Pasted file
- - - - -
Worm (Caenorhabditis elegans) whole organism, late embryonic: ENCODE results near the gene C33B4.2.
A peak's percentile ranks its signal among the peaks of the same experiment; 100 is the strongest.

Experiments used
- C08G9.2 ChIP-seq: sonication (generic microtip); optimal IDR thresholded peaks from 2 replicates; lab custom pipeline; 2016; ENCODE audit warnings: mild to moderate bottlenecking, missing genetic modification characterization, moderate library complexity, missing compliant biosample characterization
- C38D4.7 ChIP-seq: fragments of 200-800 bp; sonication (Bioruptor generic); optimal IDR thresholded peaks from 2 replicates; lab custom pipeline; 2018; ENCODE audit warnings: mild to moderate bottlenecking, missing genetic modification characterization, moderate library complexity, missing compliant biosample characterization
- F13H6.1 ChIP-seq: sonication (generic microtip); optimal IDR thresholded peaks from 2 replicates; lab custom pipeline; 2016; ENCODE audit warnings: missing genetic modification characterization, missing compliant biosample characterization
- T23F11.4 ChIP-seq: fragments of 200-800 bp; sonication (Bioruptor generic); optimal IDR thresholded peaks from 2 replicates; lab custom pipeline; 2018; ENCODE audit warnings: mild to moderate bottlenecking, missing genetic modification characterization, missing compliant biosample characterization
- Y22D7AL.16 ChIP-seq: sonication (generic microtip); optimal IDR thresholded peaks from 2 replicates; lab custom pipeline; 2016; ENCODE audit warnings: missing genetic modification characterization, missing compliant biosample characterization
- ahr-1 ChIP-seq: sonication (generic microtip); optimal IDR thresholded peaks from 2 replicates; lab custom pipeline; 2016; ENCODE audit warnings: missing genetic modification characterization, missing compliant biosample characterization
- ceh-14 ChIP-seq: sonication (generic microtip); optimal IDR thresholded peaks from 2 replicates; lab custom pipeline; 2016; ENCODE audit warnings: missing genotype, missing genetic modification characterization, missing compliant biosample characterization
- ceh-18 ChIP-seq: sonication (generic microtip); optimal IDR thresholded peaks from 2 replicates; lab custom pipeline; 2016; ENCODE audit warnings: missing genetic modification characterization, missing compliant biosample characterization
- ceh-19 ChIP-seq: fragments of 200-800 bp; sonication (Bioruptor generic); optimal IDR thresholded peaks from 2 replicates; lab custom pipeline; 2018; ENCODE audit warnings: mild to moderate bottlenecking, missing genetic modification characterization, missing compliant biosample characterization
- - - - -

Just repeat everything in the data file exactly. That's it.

Worm (Caenorhabditis elegans) whole organism, late embryonic: ENCODE results near the gene C33B4.2.
A peak's percentile ranks its signal among the peaks of the same experiment; 100 is the strongest.

Experiments used
- C08G9.2 ChIP-seq: sonication (generic microtip); optimal IDR thresholded peaks from 2 replicates; lab custom pipeline; 2016; ENCODE audit warnings: mild to moderate bottlenecking, missing genetic modification characterization, moderate library complexity, missing compliant biosample characterization
- C38D4.7 ChIP-seq: fragments of 200-800 bp; sonication (Bioruptor generic); optimal IDR thresholded peaks from 2 replicates; lab custom pipeline; 2018; ENCODE audit warnings: mild to moderate bottlenecking, missing genetic modification characterization, moderate library complexity, missing compliant biosample characterization
- F13H6.1 ChIP-seq: sonication (generic microtip); optimal IDR thresholded peaks from 2 replicates; lab custom pipeline; 2016; ENCODE audit warnings: missing genetic modification characterization, missing compliant biosample characterization
- T23F11.4 ChIP-seq: fragments of 200-800 bp; sonication (Bioruptor generic); optimal IDR thresholded peaks from 2 replicates; lab custom pipeline; 2018; ENCODE audit warnings: mild to moderate bottlenecking, missing genetic modification characterization, missing compliant biosample characterization
- Y22D7AL.16 ChIP-seq: sonication (generic microtip); optimal IDR thresholded peaks from 2 replicates; lab custom pipeline; 2016; ENCODE audit warnings: missing genetic modification characterization, missing compliant biosample characterization
- ahr-1 ChIP-seq: sonication (generic microtip); optimal IDR thresholded peaks from 2 replicates; lab custom pipeline; 2016; ENCODE audit warnings: missing genetic modification characterization, missing compliant biosample characterization
- ceh-14 ChIP-seq: sonication (generic microtip); optimal IDR thresholded peaks from 2 replicates; lab custom pipeline; 2016; ENCODE audit warnings: missing genotype, missing genetic modification characterization, missing compliant biosample characterization
- ceh-18 ChIP-seq: sonication (generic microtip); optimal IDR thresholded peaks from 2 replicates; lab custom pipeline; 2016; ENCODE audit warnings: missing genetic modification characterization, missing compliant biosample characterization
- ceh-19 ChIP-seq: fragments of 200-800 bp; sonication (Bioruptor generic); optimal IDR thresholded peaks from 2 replicates; lab custom pipeline; 2018; ENCODE audit warnings: mild to moderate bottlenecking, missing genetic modification characterization, missing compliant biosample characterization